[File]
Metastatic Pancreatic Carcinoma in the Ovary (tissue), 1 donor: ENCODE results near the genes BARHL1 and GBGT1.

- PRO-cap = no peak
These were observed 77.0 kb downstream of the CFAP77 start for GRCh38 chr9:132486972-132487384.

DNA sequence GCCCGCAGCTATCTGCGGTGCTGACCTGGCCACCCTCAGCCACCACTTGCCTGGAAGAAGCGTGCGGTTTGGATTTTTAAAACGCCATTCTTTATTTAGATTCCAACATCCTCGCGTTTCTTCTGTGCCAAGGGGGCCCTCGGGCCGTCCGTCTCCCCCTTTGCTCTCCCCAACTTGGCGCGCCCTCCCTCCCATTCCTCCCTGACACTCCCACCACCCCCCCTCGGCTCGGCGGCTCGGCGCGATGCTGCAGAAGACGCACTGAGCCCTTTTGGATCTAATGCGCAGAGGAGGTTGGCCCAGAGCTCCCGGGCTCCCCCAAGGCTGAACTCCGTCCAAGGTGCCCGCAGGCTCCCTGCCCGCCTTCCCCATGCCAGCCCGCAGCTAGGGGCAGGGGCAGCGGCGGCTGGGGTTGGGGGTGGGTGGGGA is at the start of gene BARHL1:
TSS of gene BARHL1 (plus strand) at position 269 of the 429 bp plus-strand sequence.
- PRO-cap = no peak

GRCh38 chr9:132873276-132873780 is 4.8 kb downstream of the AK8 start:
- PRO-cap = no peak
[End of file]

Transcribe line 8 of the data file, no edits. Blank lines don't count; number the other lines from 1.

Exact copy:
- PRO-cap = no peak